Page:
What? The Socks doing the War? Whatever next? Well, these brand new costumes suggest the new show, And So Am I, might have quite a bit in the way of satire. Why, they might even be impersonating the leader of a certain controversial political party. But whom..?


A beautiful costume production by Heather Tweed there (Uncle Kev can take credit for Operation Desert Storm). Between us we have an impressive array of new costumes for the new show. Stay tuned.

If you haven't told all your Edinburgh-going friends to book for this show (or the remaining previews listed below), which casts a satirical eye at everything from the Scottish Independence Debate to UKIP, from the War on Terror to Downton Abbey, and many points inbetween, get spreading the word.

The Scottish Falsetto Sock Puppet Theatre's new Edinburgh show, ...And So Am I, opens July 30th at The Gilded Balloon on the Edinburgh Fringe. Book now to avoid disappointment.


The Scottish Falsetto Sock Puppet Theatre ...And So Am I is at the Edinburgh Fringe 2014. See you there.

July 11 - Beverley Puppet Festival 
July 13 - Sheffield New Barrack Tavern 2pm
July 17 - Larmer Tree Festival, Wilts
July 18 - Leeds Carriageworks
July 19 - Cradley Heath Comedy Festival
July 22 - Comedy Den Cardiff
July 23 - Taurus Manchester
July 24 - Leicester Ship Of Fools
July 30 - Aug 25 Gilded Balloon, 10.30pm - Edinburgh Fringe 2014

Thursday, 10 July 2014

Socks brand new costumes alert!


It's Mumford and Sons like you never saw them before! The Scottish Falsetto Sock Puppet Theatre's brand new show, And So Am I, comes to the Edinburgh Fringe in a few weeks time (see preview dates below) with a new array of songs, sketches, socks and violence. And costumes, so many new costumes. There's a banjo-picking yokel above, and how's this for a femme fatale from a costume drama we'll be unveiling this year..?


There are more costumes for us to reveal, so stay tuned. Meantime, if you haven't told all your Edinburgh-going friends to book for this show, which takes a satirical look at everything from Scottish Independence to UKIP, from the War on Terror to Downton Abbey, and many points inbetween, get spreading the word now!

The Scottish Falsetto Sock Puppet Theatre's new Edinburgh show, ...And So Am I, opens July 30th. Book now to avoid disappointment.


The Scottish Falsetto Sock Puppet Theatre ...And So Am I is at the Edinburgh Fringe 2014. See you there.

July 11 - Beverley Puppet Festival 
July 13 - Sheffield New Barrack Tavern 2pm
July 17 - Larmer Tree Festival, Wilts
July 18 - Leeds Carriageworks
July 19 - Cradley Heath Comedy Festival
July 22 - Comedy Den Cardiff
July 23 - Taurus Manchester
July 24 - Leicester Ship Of Fools
July 30 - Aug 25 Gilded Balloon, 10.30pm - Edinburgh Fringe 2014

Tuesday, 8 July 2014

Black Exorcist - new comics by kids


More new comics, the covers thereof, by kids in my recent Comic Art Masterclasses in Burton On Trent, Sutton In Surrey, Greenock on Clydeside, and Keswick in The Lake District. Yes, when I say distance is no object, I clearly mean it.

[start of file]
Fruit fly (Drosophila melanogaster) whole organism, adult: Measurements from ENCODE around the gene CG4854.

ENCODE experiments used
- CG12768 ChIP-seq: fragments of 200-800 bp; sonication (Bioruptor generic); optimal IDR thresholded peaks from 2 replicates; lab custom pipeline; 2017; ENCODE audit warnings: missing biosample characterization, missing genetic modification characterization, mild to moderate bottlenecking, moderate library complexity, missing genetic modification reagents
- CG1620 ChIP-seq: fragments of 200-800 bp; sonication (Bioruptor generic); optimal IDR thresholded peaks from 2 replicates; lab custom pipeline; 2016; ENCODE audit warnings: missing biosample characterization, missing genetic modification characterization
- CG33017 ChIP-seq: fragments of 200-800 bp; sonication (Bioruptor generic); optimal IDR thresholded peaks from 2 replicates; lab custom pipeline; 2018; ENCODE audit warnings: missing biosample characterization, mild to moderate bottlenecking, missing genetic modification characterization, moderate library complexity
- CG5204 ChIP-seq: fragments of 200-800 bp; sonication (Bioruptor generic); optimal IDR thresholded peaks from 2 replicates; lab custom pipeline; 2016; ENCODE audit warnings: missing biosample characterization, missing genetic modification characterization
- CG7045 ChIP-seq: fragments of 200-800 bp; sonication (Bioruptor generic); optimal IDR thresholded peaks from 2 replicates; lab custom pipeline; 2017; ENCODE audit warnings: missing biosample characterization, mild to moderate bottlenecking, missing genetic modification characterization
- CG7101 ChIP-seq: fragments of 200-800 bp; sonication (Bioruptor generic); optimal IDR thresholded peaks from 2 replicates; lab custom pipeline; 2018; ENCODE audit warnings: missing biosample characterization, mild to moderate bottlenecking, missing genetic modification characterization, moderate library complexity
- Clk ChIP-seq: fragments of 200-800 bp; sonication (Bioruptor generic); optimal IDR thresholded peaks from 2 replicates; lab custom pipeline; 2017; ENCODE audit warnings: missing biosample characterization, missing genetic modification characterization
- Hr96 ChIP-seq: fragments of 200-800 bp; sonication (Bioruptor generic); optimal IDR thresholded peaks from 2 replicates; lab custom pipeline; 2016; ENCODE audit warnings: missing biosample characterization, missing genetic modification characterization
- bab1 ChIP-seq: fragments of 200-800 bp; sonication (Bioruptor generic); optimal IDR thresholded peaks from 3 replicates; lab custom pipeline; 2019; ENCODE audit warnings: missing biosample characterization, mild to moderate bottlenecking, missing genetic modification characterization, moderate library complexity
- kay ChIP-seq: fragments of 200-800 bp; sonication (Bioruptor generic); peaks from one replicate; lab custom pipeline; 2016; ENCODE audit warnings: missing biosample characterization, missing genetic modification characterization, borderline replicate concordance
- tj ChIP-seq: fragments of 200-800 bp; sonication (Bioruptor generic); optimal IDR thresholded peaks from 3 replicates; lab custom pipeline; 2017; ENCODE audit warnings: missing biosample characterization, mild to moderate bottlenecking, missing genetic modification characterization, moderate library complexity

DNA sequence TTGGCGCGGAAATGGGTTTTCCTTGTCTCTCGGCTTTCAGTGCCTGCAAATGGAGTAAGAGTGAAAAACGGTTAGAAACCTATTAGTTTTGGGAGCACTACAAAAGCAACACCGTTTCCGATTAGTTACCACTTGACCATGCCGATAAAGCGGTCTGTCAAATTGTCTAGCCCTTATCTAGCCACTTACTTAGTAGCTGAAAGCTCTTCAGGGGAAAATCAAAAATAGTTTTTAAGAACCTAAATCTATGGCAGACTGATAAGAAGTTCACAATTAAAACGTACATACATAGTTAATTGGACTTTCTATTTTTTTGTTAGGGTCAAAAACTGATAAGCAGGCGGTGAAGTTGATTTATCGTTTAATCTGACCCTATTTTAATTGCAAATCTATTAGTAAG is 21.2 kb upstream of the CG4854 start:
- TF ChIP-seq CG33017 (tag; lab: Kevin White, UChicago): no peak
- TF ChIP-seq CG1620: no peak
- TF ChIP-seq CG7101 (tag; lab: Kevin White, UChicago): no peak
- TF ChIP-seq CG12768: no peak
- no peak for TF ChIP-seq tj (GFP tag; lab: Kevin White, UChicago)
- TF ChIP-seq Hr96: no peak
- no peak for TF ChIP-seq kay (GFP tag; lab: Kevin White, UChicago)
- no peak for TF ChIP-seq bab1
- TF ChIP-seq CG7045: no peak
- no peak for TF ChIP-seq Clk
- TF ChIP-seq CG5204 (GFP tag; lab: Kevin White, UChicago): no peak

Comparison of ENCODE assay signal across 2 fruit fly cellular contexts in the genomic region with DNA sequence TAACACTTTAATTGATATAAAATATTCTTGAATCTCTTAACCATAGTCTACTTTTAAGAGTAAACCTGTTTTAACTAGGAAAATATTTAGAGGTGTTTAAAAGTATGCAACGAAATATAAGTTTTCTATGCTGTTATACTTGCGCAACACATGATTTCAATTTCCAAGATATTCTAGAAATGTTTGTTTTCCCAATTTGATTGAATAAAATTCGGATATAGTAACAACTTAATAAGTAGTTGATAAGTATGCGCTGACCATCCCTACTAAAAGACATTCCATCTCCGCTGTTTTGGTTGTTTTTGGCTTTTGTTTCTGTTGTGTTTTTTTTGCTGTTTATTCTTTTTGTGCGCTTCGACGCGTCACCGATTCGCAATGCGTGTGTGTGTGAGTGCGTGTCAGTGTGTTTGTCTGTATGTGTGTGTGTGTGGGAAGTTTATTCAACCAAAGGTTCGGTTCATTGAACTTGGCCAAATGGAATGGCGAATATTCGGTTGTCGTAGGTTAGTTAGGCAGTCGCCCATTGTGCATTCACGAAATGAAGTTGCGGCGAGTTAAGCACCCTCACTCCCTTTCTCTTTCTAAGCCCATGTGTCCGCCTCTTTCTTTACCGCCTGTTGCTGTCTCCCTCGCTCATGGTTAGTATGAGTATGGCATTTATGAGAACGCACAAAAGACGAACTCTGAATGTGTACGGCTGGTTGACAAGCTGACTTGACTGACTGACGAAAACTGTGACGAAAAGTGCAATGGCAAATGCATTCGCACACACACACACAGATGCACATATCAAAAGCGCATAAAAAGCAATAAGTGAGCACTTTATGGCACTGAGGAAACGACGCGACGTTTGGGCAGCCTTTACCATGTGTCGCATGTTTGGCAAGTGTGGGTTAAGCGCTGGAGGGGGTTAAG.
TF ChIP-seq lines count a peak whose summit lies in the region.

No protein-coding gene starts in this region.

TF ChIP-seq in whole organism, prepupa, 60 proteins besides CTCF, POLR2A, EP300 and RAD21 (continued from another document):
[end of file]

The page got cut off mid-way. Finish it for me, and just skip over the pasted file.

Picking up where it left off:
The celebrities they chose for the "treads on a worm" demonstration were Miley Cyrus (twice), Hugh Jackman, Matt Smith, Elvis Presley and, for the first time, Kim Jong-Un. And don't these covers feature rather a lot of "generic schoolkid"? Sorry, inspiration can't strike every time. Did I mention I draw these covers in less than 15 minutes?


If you're interested, my day trip to Greenock is probably the most complicated bit of travelling in recent weeks. I had my flight to Glasgow and car-hire at Glasgow airport pre-booked, remembering to take my driving licence with me. Then just as I'm about to leave the house, at 5.45am to catch a 7am flight, I realise I can't find my passport. Panic ensues in the household, with me even trying to phone the airport to see if I'd be allowed to travel with just my driving licence as photo ID. For the record, you can't get an answer from Bristol airport at that time of the morning, and I still don't know whether a driving licence is good enough to fly with.


I set off for the airport with fingers crossed, only to find my passport lying in the car where it had fallen from my jacket pocket earlier in the week. Phew, panic over. I caught my flight in plenty of time. And it was only on the steps of the plane that I realised I've forgotten another thing I was supposed to remember - my Satnav. I'd instinctively put in the glove compartment instead of sticking it in my bag when I parked at the airport. This meant I had to cough up an extra fifteen quid to hire a satnav from Avis.

If anyone's bothered, I can attest to the fact that Garmin satnavs are rubbish compared to the Tom Tom I'm used to. This particular model seemed to be out of time, often telling me to take a turning that was two turnings behind, then, towards the end of the journey, giving me directions that were two stages ahead. When I arrived at my destination, the satnav though I had arrived a minute earlier and was displaying the words "Satnav off" on screen. Rubbish.

Luckily I took this journey as an opportunity to find out how my new iPhone works as a Satnav. And, guess what, the iPhone is way better than a Garmin. I could only hear the voice directions, but if had myself a way of mounting it on the dashboard it might give my beloved Tom Tom a run for its money.

Okay this is turning into Top Gear. Off with you. More Comic Art Masterclasses lie ahead, see you there.



Kev F Sutherland, as well as writing Bananaman in The Beano, runs Comic Art Masterclasses in schools, libraries and art centres - email for details, and follow him on Facebook and Twitter. He's been writing and drawing comics for 25 years, he must know something.